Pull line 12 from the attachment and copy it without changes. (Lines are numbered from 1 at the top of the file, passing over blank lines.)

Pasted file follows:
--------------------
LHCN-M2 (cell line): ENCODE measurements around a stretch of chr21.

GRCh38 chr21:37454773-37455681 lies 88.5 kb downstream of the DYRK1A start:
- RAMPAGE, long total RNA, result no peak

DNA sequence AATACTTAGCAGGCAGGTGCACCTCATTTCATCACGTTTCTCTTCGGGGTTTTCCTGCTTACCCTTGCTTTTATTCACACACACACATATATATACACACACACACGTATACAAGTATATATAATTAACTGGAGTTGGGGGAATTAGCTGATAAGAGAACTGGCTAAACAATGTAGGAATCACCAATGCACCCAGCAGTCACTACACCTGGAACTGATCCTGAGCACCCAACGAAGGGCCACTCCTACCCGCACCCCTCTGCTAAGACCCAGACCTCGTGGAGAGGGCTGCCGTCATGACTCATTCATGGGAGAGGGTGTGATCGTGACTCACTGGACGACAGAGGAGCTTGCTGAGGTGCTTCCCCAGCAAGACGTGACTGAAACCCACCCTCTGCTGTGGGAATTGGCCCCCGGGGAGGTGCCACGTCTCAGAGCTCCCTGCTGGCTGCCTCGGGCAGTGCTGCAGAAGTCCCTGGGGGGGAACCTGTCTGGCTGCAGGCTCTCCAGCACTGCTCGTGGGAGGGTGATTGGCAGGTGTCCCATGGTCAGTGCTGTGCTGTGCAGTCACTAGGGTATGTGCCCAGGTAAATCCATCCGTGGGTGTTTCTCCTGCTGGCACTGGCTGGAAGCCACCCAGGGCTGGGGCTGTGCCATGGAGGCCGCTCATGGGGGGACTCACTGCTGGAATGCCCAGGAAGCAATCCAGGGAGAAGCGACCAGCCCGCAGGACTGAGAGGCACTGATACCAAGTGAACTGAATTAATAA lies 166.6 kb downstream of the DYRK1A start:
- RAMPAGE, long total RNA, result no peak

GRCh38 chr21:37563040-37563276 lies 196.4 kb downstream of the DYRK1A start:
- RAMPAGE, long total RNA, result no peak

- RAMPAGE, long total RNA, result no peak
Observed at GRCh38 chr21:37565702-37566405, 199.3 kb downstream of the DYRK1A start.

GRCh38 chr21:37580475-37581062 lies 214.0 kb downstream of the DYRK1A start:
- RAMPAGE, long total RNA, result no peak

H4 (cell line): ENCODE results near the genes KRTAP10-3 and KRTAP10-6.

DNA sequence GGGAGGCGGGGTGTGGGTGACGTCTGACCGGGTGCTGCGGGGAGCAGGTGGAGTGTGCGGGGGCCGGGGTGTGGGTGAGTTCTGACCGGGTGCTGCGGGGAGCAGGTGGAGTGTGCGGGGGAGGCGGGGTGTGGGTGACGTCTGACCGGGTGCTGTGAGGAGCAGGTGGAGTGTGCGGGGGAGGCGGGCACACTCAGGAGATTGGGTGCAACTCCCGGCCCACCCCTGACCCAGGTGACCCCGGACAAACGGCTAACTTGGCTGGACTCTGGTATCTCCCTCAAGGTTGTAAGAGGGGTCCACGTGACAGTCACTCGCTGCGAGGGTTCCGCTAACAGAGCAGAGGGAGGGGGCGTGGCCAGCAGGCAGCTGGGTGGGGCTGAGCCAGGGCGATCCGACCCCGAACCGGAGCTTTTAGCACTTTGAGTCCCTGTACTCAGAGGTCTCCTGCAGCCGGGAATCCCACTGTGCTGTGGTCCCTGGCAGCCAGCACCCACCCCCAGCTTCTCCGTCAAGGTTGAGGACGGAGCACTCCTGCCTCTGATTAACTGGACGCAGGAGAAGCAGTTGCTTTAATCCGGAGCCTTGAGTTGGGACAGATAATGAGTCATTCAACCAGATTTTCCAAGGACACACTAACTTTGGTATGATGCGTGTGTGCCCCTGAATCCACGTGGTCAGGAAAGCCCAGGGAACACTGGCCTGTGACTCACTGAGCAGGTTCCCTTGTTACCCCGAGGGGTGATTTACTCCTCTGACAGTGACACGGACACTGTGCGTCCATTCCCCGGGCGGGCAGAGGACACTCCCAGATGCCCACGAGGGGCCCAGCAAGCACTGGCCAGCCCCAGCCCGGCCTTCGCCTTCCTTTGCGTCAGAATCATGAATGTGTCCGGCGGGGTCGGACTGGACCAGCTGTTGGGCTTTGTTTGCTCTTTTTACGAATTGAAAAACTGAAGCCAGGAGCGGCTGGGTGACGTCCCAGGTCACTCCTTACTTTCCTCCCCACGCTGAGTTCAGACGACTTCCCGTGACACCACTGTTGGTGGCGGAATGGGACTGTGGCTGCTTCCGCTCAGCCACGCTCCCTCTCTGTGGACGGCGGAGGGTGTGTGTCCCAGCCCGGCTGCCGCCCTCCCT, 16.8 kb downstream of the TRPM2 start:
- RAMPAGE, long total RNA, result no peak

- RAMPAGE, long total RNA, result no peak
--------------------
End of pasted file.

H4 (cell line): ENCODE results near the genes KRTAP10-3 and KRTAP10-6.